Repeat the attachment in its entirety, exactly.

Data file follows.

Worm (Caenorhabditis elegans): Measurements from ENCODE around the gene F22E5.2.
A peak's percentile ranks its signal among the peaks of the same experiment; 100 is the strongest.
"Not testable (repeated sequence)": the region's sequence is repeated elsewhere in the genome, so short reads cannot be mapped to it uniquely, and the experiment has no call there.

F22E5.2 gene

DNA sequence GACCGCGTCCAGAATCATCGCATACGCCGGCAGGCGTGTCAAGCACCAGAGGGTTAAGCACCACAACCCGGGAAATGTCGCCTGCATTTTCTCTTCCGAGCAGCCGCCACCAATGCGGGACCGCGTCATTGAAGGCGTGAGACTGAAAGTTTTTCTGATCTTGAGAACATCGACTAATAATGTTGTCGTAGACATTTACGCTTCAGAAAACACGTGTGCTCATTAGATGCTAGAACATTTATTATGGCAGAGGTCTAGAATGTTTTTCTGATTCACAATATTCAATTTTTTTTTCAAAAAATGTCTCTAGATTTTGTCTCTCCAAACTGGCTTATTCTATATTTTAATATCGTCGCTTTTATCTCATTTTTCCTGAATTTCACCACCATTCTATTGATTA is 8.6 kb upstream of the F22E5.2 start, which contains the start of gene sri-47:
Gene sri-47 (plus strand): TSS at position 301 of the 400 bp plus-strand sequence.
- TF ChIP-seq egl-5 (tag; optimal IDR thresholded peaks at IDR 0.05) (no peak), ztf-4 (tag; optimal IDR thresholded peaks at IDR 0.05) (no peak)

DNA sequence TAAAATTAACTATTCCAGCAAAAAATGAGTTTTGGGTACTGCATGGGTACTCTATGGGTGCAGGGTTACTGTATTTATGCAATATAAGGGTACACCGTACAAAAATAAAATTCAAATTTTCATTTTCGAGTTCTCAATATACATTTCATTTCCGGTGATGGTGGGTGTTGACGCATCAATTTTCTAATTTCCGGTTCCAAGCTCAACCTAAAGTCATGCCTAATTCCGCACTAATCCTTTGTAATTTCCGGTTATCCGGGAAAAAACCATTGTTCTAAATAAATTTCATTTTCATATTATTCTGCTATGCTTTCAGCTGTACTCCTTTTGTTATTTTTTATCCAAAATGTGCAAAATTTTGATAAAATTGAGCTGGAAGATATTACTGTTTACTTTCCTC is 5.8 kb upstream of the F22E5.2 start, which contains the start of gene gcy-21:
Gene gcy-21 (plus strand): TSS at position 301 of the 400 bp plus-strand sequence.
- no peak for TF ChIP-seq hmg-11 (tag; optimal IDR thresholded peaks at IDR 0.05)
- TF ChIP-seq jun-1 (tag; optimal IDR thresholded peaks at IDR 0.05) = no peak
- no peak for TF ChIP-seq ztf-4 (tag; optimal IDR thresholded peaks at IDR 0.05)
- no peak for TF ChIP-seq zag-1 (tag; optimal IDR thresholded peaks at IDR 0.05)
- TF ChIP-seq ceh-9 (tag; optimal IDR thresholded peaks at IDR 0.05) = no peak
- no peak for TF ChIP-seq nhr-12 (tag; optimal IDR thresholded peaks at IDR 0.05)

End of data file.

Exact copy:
Worm (Caenorhabditis elegans): Measurements from ENCODE around the gene F22E5.2.
A peak's percentile ranks its signal among the peaks of the same experiment; 100 is the strongest.
"Not testable (repeated sequence)": the region's sequence is repeated elsewhere in the genome, so short reads cannot be mapped to it uniquely, and the experiment has no call there.

F22E5.2 gene

DNA sequence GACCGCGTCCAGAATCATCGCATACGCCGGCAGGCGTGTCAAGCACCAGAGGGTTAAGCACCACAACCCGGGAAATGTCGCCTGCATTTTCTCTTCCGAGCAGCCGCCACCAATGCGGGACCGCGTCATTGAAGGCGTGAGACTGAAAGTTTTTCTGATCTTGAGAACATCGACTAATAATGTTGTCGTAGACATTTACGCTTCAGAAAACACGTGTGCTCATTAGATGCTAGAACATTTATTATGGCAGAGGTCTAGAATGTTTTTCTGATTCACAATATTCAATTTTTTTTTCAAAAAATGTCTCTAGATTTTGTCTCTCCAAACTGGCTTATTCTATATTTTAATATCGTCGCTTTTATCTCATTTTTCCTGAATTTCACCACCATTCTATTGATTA is 8.6 kb upstream of the F22E5.2 start, which contains the start of gene sri-47:
Gene sri-47 (plus strand): TSS at position 301 of the 400 bp plus-strand sequence.
- TF ChIP-seq egl-5 (tag; optimal IDR thresholded peaks at IDR 0.05) (no peak), ztf-4 (tag; optimal IDR thresholded peaks at IDR 0.05) (no peak)

DNA sequence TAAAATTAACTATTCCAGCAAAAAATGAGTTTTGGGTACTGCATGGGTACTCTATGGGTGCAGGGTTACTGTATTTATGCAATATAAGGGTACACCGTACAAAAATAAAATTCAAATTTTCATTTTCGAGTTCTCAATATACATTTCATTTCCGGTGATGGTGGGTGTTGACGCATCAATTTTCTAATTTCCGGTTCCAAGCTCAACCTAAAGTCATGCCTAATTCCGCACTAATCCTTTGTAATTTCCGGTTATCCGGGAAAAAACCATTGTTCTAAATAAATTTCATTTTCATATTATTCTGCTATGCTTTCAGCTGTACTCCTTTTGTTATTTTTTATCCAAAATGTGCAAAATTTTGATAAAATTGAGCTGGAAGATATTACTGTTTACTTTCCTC is 5.8 kb upstream of the F22E5.2 start, which contains the start of gene gcy-21:
Gene gcy-21 (plus strand): TSS at position 301 of the 400 bp plus-strand sequence.
- no peak for TF ChIP-seq hmg-11 (tag; optimal IDR thresholded peaks at IDR 0.05)
- TF ChIP-seq jun-1 (tag; optimal IDR thresholded peaks at IDR 0.05) = no peak
- no peak for TF ChIP-seq ztf-4 (tag; optimal IDR thresholded peaks at IDR 0.05)
- no peak for TF ChIP-seq zag-1 (tag; optimal IDR thresholded peaks at IDR 0.05)
- TF ChIP-seq ceh-9 (tag; optimal IDR thresholded peaks at IDR 0.05) = no peak
- no peak for TF ChIP-seq nhr-12 (tag; optimal IDR thresholded peaks at IDR 0.05)